Ghana spent about $8.97 million (approximately $9m) on printing the new 100 and 200 cedi notes which were introduced in November last year.
The country’s Minster of Finance, Ken Ofori-Atta made the disclosure on the floor of Parliament, Tuesday.
“This is made up of $4.45 million and $4.53 million for the GHS100 and GHS200 notes respectively,” the Minister, who was responding to questions on the process in Parliament explained.
Why new Cedi notes?
In November 2019, Ghana’s central bank announced the introduction of GHC100 and GHC200 notes.
This means the current highest note in the country GHC50 will cease to enjoy that relevance.
A GHC2 coin has also been introduced.
Briefing the media on the move, the governor of the Central bank said: “The redenomination exercise aimed to eliminate four zeros from the existing units of currencies in an attempt to introduce efficiency in the economy and removes the dead-weight burden associated with transactions.
Many Ghanaians, including CSOs had questioned the move by the Central Bank.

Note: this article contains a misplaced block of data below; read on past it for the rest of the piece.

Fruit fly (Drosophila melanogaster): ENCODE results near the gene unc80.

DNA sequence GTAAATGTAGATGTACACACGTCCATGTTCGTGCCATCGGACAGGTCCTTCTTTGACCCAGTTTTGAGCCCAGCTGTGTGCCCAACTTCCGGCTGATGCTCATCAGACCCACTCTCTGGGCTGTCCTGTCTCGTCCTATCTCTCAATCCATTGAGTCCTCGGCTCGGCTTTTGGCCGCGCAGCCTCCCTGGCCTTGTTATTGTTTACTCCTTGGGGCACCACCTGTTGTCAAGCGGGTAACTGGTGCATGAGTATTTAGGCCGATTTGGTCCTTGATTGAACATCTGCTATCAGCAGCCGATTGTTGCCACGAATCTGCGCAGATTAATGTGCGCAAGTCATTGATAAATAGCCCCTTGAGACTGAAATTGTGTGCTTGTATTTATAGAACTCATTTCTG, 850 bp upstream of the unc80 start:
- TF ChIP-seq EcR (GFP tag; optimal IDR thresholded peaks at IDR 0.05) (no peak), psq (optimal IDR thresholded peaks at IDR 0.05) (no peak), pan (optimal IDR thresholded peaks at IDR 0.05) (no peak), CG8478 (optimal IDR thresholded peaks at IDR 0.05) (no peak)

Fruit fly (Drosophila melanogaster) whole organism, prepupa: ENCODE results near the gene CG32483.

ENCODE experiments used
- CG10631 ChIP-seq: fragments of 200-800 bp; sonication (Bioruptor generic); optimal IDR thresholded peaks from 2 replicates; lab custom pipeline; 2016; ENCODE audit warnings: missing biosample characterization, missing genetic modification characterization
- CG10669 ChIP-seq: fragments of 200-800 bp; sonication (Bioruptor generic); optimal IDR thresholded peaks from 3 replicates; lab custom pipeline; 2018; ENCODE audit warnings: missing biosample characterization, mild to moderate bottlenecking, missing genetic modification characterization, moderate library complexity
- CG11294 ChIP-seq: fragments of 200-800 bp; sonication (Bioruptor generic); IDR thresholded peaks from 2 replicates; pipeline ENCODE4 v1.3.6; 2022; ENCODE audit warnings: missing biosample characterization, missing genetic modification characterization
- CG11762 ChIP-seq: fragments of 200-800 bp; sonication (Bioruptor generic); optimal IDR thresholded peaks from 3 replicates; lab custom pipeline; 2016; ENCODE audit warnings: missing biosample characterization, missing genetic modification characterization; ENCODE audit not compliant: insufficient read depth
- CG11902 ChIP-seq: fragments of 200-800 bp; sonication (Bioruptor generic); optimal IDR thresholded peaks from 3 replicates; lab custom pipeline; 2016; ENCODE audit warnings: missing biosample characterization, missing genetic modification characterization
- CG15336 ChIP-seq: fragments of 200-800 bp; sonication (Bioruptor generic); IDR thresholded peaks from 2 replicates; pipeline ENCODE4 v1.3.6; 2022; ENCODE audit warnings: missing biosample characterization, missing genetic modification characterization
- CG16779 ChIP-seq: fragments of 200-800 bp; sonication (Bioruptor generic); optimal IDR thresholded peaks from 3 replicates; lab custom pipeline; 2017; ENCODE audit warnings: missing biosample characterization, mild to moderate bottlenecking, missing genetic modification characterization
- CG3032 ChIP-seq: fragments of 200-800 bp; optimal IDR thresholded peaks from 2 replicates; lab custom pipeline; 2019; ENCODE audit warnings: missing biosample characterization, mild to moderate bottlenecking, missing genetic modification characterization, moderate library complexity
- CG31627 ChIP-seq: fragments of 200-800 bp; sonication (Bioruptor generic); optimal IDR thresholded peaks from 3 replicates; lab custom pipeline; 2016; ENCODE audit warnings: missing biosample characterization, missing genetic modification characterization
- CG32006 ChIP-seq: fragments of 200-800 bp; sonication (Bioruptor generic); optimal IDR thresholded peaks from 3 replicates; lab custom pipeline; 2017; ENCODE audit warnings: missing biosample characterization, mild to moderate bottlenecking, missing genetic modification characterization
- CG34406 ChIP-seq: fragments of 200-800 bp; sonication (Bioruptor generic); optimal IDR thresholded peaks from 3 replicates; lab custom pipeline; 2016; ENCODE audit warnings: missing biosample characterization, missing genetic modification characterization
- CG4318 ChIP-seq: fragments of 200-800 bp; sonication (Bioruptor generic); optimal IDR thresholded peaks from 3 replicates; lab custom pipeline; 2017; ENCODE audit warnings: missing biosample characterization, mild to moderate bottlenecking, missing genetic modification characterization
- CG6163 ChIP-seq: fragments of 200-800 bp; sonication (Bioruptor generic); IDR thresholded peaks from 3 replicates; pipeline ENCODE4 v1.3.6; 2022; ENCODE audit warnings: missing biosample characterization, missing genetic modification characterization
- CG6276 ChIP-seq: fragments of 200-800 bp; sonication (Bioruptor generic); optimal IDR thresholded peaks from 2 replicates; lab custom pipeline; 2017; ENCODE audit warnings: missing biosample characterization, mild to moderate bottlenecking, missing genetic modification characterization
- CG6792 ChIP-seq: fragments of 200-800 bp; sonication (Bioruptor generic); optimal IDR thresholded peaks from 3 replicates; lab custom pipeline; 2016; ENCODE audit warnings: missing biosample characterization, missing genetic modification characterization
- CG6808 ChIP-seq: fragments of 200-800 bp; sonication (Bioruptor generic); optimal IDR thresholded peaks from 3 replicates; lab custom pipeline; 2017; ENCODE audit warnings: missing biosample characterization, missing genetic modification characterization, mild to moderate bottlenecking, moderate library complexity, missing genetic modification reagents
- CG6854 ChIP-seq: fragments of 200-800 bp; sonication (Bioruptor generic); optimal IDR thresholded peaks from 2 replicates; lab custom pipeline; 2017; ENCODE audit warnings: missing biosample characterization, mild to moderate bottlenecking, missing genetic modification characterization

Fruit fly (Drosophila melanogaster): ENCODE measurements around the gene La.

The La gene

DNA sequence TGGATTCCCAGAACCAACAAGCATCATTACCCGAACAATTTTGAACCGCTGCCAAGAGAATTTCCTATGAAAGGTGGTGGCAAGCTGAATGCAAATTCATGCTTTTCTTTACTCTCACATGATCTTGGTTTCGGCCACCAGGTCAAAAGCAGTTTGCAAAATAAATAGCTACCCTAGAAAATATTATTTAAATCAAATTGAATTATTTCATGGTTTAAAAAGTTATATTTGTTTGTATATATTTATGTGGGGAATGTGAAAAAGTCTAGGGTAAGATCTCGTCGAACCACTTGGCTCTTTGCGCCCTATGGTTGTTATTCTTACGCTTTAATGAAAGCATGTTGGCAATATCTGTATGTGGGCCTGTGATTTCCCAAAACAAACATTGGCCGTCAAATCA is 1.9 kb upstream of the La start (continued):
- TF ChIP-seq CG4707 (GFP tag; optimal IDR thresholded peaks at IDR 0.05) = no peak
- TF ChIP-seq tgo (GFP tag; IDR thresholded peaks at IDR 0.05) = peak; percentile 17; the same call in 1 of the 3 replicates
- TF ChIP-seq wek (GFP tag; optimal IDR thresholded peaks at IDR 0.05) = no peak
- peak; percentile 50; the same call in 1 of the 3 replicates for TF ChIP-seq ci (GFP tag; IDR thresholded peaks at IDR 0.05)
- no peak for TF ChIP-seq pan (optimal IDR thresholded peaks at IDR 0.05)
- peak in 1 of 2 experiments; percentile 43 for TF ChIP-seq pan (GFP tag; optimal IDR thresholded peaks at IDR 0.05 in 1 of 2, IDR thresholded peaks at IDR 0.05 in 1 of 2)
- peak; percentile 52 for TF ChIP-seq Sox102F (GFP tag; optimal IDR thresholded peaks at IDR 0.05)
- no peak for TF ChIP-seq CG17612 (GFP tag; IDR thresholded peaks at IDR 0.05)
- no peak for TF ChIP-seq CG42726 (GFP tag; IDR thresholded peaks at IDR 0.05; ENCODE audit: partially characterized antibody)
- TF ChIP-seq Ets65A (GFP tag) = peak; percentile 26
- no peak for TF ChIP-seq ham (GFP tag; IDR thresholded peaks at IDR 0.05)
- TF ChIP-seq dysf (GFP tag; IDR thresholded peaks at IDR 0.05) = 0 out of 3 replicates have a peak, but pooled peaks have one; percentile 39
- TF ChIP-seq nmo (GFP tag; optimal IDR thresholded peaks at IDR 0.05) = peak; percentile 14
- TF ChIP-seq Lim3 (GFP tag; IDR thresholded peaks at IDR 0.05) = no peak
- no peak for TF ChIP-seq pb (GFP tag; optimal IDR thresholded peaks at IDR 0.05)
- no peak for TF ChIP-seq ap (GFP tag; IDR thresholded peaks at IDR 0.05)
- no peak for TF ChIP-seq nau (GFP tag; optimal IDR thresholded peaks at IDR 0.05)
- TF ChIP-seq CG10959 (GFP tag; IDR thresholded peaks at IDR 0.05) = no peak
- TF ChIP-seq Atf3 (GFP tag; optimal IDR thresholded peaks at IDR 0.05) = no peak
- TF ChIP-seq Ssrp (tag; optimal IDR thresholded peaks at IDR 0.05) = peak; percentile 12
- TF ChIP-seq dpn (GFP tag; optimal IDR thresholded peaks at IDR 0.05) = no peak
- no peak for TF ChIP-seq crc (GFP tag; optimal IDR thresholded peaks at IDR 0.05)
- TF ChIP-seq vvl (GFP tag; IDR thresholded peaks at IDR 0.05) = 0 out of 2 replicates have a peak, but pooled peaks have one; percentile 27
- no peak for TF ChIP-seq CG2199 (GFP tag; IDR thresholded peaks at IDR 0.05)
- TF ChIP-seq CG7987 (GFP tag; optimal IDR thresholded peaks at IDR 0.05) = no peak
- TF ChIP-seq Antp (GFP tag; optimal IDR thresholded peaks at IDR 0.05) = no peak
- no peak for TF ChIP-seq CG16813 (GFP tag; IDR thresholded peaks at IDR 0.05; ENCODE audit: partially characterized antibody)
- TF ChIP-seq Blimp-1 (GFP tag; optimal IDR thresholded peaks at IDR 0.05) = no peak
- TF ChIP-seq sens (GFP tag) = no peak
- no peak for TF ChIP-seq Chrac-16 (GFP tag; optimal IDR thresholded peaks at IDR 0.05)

The Ghana Union Traders Association (GUTA) for instance said at the time that the move was unnecessary.
“The timing is very wrong for this denomination, it’s completely wrong and even if they will do, 100 cedis currency would be much better but to go in for 200 cedis… that’s too hilarious. It means you are telling Ghanaians of inflation depreciation which won’t help the economy, secretary of the Greater Accra Regional Branch of GUTA, Nana Poku.
”The decision portrays the NPP government as one in disarray. All the efforts we’ve made struggling for inflation to come down over the years, we will end up having it go up again. For us, we don’t think it’s necessary and needed at this era,” he posited.
By Jonathan Ofori, Daily Mail GH | Email: Joevica18@gmail.com